Making the norepinephrine withdrawal connection
Opioid withdrawal is extremely uncomfortable. When you stop the heavy use of an opiate or opioid, you will very likely get physically sick. For example, if you quit heroin, within hours, withdrawal sickness will begin. So, what is the norepinephrine withdrawal connection? And, what does Lucemyra have to do with it?
Fight or flight.
You may have heard of the term, “fight or flight”. Norepinephrine acts as a hormone that can put you in this state. Your stress levels increase. Hence, you are in a state of anxiety and restlessness. In fact, fight or flight stress is a part of the overall sickness of withdrawal.
Blocking the culprit.
So, norepinephrine release serves an important function. If you are being chased down the street by a dangerous bully, it helps to prepare your body. Hence, it promotes blood flow, increased energy and heart rate, alertness and focus. However, if you are not in a fight or flight situation, the effects of norepinephrine can be quite unpleasant. Opioid withdrawal involves the state of fight or flight. Therefore, blocking norepinephrine helps to make you feel better from withdrawal sickness.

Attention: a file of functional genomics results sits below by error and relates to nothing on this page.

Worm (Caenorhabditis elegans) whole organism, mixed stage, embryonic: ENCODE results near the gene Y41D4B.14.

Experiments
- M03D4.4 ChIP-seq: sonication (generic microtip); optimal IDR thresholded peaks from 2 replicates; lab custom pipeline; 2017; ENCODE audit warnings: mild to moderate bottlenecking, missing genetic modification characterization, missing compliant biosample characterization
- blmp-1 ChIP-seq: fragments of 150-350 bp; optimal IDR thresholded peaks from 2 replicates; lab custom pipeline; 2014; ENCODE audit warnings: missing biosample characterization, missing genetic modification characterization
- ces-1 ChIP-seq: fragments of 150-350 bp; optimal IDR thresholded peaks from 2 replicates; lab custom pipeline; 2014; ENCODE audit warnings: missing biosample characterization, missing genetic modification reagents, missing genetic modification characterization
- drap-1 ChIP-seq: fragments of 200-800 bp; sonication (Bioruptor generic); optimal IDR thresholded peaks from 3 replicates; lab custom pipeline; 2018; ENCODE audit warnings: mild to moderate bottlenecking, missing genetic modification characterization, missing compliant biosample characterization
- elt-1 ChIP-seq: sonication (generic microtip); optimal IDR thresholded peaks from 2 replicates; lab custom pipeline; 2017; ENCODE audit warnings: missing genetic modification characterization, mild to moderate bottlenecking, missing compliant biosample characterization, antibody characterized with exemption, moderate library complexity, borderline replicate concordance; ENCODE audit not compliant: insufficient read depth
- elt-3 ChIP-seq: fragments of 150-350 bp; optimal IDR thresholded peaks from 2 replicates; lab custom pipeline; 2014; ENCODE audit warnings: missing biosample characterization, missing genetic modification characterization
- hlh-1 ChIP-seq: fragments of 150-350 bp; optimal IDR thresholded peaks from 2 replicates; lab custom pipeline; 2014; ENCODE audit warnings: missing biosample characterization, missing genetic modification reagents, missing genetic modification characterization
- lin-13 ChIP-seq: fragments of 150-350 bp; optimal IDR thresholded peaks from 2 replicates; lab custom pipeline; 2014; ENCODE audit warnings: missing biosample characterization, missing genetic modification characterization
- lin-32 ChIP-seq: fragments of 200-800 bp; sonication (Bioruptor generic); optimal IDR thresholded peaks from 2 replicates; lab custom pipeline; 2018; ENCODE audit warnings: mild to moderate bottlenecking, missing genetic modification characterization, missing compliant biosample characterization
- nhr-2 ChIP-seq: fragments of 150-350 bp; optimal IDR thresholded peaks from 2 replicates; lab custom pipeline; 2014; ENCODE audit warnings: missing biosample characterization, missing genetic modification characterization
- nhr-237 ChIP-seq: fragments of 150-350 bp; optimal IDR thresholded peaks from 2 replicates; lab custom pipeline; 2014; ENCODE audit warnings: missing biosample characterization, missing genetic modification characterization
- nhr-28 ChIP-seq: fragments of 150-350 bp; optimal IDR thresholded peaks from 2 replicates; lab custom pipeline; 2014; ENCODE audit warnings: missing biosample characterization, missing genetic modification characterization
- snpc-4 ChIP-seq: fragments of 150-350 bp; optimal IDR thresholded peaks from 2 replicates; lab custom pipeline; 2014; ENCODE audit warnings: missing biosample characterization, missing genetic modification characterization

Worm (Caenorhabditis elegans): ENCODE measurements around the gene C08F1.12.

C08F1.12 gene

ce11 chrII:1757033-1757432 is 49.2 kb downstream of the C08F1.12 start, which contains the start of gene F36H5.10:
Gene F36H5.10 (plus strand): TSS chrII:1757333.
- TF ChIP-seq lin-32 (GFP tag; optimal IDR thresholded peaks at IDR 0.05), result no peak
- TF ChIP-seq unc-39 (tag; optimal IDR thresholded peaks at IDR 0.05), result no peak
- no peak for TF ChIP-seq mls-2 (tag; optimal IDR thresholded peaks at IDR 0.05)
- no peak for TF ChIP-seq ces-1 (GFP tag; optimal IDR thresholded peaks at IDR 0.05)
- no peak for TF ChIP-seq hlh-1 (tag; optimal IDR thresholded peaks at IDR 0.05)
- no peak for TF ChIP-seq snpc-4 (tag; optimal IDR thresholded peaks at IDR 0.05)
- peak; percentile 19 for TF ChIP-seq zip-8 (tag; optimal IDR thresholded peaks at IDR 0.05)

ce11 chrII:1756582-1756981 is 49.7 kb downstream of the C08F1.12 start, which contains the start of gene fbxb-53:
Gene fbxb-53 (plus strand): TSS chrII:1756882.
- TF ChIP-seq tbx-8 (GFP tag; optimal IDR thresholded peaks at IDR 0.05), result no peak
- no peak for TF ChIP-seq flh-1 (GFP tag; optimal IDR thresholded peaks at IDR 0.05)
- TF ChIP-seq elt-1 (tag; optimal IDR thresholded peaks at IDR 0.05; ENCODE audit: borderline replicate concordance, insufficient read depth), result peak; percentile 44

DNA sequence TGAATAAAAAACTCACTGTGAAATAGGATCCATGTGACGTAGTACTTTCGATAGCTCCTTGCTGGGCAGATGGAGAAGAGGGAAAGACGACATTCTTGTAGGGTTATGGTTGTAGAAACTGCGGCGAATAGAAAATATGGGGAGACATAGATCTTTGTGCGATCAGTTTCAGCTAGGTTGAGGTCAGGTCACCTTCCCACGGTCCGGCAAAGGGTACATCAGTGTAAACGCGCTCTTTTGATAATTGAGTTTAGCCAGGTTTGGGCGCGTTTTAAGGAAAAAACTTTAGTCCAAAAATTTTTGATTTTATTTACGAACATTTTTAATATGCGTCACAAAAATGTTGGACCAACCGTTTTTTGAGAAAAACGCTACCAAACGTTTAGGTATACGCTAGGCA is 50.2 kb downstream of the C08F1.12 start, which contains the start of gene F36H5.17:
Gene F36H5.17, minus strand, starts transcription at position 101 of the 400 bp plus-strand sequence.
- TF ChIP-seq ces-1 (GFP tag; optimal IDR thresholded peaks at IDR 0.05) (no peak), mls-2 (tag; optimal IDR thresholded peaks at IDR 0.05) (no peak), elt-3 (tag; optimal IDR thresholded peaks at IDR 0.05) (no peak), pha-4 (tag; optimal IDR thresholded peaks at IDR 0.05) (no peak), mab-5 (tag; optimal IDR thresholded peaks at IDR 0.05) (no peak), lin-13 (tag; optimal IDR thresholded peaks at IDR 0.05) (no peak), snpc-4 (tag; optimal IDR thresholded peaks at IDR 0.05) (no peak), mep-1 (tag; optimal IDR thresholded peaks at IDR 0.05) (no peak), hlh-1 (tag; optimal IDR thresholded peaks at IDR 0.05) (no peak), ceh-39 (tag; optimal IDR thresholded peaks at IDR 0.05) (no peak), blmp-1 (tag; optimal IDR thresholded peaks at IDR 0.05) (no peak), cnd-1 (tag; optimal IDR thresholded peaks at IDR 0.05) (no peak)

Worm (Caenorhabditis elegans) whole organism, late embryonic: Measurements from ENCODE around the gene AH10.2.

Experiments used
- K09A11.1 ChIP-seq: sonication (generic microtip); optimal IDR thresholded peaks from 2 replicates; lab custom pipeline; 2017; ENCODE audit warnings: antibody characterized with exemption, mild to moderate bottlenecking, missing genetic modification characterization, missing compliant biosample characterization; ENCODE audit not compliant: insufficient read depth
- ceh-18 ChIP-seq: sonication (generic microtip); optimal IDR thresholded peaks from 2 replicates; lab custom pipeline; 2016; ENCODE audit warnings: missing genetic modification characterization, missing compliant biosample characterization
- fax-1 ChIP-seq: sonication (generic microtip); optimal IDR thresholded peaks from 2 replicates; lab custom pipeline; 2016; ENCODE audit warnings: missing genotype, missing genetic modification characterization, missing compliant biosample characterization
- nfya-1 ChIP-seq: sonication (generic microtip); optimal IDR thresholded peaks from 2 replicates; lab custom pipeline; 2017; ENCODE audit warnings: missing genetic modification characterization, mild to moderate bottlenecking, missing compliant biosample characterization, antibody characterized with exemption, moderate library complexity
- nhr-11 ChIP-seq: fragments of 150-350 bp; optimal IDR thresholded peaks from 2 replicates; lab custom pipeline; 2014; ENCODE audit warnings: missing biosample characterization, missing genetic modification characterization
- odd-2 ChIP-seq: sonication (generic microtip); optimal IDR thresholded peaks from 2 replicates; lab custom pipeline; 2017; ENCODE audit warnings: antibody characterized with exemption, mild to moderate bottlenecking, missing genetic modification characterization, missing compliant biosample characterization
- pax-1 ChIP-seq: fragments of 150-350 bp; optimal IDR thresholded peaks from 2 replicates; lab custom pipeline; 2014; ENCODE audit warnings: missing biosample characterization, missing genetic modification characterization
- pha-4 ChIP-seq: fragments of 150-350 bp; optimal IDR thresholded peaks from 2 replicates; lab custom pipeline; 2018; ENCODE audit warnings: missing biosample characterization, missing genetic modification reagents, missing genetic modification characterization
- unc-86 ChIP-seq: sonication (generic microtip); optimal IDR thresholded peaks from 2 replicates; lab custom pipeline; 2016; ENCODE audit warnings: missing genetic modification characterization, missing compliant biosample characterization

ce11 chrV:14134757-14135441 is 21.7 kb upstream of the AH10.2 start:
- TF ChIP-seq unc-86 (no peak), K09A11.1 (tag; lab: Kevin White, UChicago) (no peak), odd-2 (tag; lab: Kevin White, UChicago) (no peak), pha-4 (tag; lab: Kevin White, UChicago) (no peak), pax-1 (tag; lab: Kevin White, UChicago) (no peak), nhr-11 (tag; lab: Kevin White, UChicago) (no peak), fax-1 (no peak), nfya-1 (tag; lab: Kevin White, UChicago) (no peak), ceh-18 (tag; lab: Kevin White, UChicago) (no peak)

How is it blocked?
This is where Lucemyra comes in. This medication blocks the release of norepinephrine. It does this in the central and peripheral nervous system. As a result, you have a reduction in opioid withdrawal discomfort. Because of this, the FDA has approved Lucemyra to help with opioid withdrawal sickness. Therefore, if you are ready to quit opioids, you may want to ask your doctor about it. While it may not be the best treatment for opioid addiction by itself, it can work well with other treatments. For example, during the transition time to start Suboxone or naltrexone, you may benefit from it. It will not eliminate withdrawal symptoms, but every little bit helps.